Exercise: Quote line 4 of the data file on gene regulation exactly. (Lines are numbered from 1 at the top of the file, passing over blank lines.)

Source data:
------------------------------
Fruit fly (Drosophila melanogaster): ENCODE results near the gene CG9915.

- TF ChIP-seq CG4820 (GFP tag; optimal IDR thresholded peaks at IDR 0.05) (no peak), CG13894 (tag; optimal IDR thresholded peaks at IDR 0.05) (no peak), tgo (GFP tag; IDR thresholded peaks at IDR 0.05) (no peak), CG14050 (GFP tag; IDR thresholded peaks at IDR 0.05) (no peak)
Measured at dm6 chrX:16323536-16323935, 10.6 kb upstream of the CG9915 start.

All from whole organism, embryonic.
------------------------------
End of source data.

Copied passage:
All from whole organism, embryonic.